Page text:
Now is the time to plan your warm-weather adventure. Northern Wilds writers have come up with four destination expeditions, including hiking, canoeing, kayaking and fly-in fishing. These all require more planning than the typical weekend excursion, but they’re all worth the effort.
I t used to be easier to predict and plan for trips to canoe country (Boundary Waters Canoe Area Wilderness and Quetico Provincial Park), but climate change has added an element of uncertainty.
“There is no such thing as normal anymore,” said Sarah Lynch, owner of Sawtooth Outfitters in Tofte. “No matter when you go, you could almost get anything. It could be 90 degrees or it could be 40 degrees.”
Lynch stressed that canoe trippers should come prepared for anything.
If fishing is the focal point of the trip, then there’s not a better time of the year than spring, with May and June being prime months for a number of game species, including walleye and lake trout. But if it’s warm weather, go in July and August. If you want to avoid people, go in September and October, once kids have returned to the classroom.
The focus of the trip will dictate the gear you’ll bring. If you plan on putting lots of miles on the canoe, then light, Kevlar canoes are advisable.
But if you’re going to base camp on an entry point lake, a heavier canoe will do.
Don’t be overwhelmed by the decisions. There’s a wealth of information available through the Internet and via outfitters such as Lynch, who are best positioned to share local knowledge.
Those outfitters can also save a trip when something as simple as a sleeping pad or life jacket is left at home. “We have all the pieces and parts to make it happen,” Lynch said.
For more information, go to www.sawtoothoutfitters.com or call 218-663-7643.
Hike the Kekekabic Trail
Many who’ve traveled in the BWCAW have heard of this 42-mile long hiking trail that crosses the park. While it may lack the elevation of the mountain west, or even the Appalachian Trail, it’s no cakewalk. It’s a destination, and one that requires some serious planning.
Some sections of the trail are overgrown and it can be a challenge to avoid losing the trail, said Martin Kubik, who founded the Kekekabic Trail Club back in 1990.
Kubik, of Vandnais Heights, recommends hikers start from the Gunflint Trail side and head west towards Ely because the eastern third is most difficult. “If you can make it through that, the rest of the trail will seem like a breeze,” said Kubik, who suggests hikers plan to go either in spring or fall, avoiding the humidity of summer.
And that brings up one of the logistical challenges to through-hiking the trail. It may only be 42-miles long, but it’s a four-hour drive from one end to the other.
Kubik recommends hiring an outfitter to provide a shuttle (that can cost several hundred bucks).
Kubik said groups of three or four are best because they can spread out, which helps stay on the trail. He recommends planning for at least four days to complete the trail, and he stressed minimalist packing principles. It’s why he cuts down his maps into strips, covering three miles around the trail but ditching the rest of the map.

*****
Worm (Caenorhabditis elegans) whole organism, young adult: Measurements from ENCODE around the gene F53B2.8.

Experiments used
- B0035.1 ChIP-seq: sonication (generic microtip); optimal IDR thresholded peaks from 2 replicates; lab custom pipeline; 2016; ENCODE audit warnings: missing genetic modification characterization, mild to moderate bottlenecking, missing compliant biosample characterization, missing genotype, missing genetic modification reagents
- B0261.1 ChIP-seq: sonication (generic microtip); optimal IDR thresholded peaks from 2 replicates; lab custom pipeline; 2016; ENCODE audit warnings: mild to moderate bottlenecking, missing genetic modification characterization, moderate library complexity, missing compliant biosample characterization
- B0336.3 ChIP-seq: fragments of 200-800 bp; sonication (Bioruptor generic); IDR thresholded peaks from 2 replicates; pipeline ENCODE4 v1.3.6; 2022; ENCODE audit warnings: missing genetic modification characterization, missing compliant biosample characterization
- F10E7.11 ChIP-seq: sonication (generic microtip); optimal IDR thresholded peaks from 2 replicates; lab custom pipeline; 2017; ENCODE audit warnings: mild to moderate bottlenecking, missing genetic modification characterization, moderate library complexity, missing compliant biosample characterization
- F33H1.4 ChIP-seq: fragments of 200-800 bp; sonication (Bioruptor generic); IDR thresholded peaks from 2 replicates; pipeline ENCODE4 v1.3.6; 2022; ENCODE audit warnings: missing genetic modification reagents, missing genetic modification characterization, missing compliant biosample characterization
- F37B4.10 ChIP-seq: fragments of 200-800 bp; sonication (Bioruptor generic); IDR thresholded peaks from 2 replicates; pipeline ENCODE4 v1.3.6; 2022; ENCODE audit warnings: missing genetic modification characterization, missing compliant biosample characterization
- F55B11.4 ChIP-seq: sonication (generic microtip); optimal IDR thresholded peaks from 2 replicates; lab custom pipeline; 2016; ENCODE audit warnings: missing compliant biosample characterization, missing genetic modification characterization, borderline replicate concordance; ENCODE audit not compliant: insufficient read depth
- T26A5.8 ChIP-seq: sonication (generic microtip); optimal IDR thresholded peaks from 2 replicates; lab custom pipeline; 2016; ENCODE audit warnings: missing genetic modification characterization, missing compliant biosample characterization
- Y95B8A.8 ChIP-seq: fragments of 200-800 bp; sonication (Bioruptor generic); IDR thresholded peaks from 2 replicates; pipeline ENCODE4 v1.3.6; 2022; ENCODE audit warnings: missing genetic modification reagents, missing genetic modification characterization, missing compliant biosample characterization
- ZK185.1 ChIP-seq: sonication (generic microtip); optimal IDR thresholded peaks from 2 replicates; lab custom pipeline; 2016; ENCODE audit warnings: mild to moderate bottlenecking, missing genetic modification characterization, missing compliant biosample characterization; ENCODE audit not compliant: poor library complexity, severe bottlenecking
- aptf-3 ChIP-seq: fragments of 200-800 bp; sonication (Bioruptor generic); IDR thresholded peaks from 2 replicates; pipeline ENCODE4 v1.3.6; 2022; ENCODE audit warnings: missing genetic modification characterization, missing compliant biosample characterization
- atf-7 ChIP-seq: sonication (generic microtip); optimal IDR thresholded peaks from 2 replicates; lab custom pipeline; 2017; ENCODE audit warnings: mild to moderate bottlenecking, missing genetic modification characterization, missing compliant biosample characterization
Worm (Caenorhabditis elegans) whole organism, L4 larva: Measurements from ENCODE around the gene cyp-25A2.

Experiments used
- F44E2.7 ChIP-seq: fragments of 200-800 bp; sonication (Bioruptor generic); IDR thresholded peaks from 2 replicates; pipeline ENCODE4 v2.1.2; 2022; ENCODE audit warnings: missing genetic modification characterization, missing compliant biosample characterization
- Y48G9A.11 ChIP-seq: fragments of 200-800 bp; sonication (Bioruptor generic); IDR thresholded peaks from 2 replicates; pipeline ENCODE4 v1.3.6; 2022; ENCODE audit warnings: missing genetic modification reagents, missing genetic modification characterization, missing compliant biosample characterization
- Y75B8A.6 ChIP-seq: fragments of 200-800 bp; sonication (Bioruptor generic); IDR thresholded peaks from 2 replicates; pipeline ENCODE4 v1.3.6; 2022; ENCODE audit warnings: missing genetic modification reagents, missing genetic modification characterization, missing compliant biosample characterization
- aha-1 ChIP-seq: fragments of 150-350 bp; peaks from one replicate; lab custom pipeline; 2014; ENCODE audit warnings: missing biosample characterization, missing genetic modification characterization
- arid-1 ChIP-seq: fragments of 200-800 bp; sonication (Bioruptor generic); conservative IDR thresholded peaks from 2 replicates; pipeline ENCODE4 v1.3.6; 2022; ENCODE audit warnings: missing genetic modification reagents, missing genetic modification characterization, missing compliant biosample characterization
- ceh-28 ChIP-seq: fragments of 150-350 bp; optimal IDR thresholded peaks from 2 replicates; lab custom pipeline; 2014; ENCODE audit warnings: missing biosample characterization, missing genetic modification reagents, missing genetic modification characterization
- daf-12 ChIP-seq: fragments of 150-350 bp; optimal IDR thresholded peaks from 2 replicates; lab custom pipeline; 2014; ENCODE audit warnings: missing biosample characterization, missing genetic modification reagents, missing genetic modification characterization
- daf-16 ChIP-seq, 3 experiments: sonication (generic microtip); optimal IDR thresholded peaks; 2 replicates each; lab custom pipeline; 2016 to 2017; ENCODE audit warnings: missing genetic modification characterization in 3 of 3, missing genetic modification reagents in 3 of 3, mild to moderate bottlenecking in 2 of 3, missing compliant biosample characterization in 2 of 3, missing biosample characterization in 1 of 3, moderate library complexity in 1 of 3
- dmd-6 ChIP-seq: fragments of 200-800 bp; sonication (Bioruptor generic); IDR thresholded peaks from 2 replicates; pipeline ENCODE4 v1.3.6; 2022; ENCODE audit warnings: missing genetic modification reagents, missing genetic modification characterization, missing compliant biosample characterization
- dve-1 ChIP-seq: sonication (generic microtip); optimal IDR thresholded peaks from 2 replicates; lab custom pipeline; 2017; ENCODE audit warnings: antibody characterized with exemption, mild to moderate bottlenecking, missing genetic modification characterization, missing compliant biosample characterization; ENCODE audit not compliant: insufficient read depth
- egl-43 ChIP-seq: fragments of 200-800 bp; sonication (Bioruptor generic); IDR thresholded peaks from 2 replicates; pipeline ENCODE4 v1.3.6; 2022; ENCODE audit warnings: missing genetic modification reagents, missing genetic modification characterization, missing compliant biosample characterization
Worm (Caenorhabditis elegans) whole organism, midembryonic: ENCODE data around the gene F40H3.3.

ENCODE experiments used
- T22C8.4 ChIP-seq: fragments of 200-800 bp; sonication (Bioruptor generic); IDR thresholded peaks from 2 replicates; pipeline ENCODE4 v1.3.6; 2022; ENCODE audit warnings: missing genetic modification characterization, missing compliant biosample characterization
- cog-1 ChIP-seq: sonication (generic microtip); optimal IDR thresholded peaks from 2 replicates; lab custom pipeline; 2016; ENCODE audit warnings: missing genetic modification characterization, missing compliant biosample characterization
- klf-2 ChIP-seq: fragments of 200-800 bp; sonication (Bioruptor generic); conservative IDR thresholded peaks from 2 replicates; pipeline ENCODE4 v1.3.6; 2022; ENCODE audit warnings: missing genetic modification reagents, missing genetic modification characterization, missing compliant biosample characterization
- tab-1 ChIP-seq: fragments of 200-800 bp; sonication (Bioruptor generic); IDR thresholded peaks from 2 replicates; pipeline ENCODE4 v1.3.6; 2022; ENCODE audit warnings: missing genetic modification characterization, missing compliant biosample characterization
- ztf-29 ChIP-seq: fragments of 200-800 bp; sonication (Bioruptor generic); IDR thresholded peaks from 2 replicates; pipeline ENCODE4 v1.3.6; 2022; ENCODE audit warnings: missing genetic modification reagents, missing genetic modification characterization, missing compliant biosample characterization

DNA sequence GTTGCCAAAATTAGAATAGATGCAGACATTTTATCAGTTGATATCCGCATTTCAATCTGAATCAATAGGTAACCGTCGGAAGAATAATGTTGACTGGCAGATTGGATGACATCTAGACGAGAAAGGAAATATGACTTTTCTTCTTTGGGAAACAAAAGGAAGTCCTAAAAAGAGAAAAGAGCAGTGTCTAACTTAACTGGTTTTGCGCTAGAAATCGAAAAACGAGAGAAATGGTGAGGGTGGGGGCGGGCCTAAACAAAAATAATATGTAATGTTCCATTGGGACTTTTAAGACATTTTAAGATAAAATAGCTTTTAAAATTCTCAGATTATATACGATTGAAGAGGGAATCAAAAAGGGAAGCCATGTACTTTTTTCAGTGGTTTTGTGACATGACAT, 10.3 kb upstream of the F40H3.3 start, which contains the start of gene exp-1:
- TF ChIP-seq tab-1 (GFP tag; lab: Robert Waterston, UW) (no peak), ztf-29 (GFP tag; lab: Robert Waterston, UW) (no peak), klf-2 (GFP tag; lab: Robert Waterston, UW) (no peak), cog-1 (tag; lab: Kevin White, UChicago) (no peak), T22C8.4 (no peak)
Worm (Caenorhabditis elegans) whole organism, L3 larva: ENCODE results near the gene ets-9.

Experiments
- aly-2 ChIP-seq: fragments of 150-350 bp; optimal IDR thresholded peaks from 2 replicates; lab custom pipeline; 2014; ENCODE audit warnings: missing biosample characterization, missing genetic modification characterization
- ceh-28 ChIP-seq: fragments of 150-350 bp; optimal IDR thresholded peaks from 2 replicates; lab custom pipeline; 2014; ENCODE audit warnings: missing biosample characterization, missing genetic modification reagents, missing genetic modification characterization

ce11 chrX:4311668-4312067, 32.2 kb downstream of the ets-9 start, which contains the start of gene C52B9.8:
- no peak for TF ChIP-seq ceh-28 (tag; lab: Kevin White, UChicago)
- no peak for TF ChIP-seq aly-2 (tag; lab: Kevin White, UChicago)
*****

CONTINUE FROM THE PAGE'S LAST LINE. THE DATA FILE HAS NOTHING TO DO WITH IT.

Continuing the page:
“It’s an emotional decision because they cost $8 a piece, but you can save ounces there,” he said.
For more information, go to www.kek.org.–Javier Serna
Fly-in Fishing Adventures
T he excitement begins at take-off, because you know you are on the way to adventure. The float plane will land on a remote lake and drop you off at a rustic camp. Then, for a few days, it’s just you and the fish. Sometimes the walleye fishing is so fast and furious you can hardly make a cast without catching one. Occasionally, a pike as long as your leg will appear behind a walleye struggling on your line and attempt to steal it. That’s fishing.
The vast wilderness north of Thunder Bay has hundreds of fly-in camps located on lightly fished lakes. Usually, the outfitter provides you with a small cabin and adequate boats and motors for your party. Food and fishing essentials are up to you. Fly-in trips range from a few days to a week or more. Very often, you won’t see anyone else on the lake during your stay.
When planning a fly-in trip, decide first on what fish species you want to catch. Walleyes and pike are most common, but some camps offer fishing for lake trout or trophy-sized brook trout. Adventurous souls can even work with outfitters to arrange wilderness river trips. A couple of excellent websites listing numerous outfitters are Ontario’s Sunset Country www.ontariossunsetcountry.ca and North of Superior Tourism www.superiorcountry.ca/fishing-services.
Seeking Caribou—The Slate Islands
A Lake Superior archipelago is home to Ontario’s southernmost population of woodland caribou. Created when a meteor slammed into the earth over a billion years ago, the Slate Islands, located off Terrace Bay, support a few hundred head of the far northern deer and boast sheltered waters, great scenery and excellent lake trout fishing to boot. Due to meteoric origins, the islands have unique geology, namely super-heated, glass-like rocks and a rare formation known as a shatter cone. While caribou are numerous, sighting one is a matter of luck, as is always the case when looking for wildlife.
The Slate Islands aren’t a secret, yet few folks make the journey to this out-of-the-way place. Why? Because you’re on your own out there. The archipelago is protected as Slate Islands Provincial Park. There are no facilities other than campsites. Most folks set up camp and then use a boat or kayak to tour the islands. You can arrange for a charter service from Terrace Bay to get here and back again. For information and a list of charter services, go to www.terracebay.ca.–Shawn Perich
This story was originally published in the Feb-March 2013 issue of Northern Wilds.